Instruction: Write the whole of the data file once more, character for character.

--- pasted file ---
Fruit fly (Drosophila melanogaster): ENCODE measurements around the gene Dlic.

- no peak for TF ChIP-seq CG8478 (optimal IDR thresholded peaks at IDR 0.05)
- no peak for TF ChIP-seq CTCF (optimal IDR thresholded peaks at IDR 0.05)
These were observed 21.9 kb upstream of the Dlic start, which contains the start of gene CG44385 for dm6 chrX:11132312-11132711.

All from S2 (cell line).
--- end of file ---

Fruit fly (Drosophila melanogaster): ENCODE measurements around the gene Dlic.

- no peak for TF ChIP-seq CG8478 (optimal IDR thresholded peaks at IDR 0.05)
- no peak for TF ChIP-seq CTCF (optimal IDR thresholded peaks at IDR 0.05)
These were observed 21.9 kb upstream of the Dlic start, which contains the start of gene CG44385 for dm6 chrX:11132312-11132711.

All from S2 (cell line).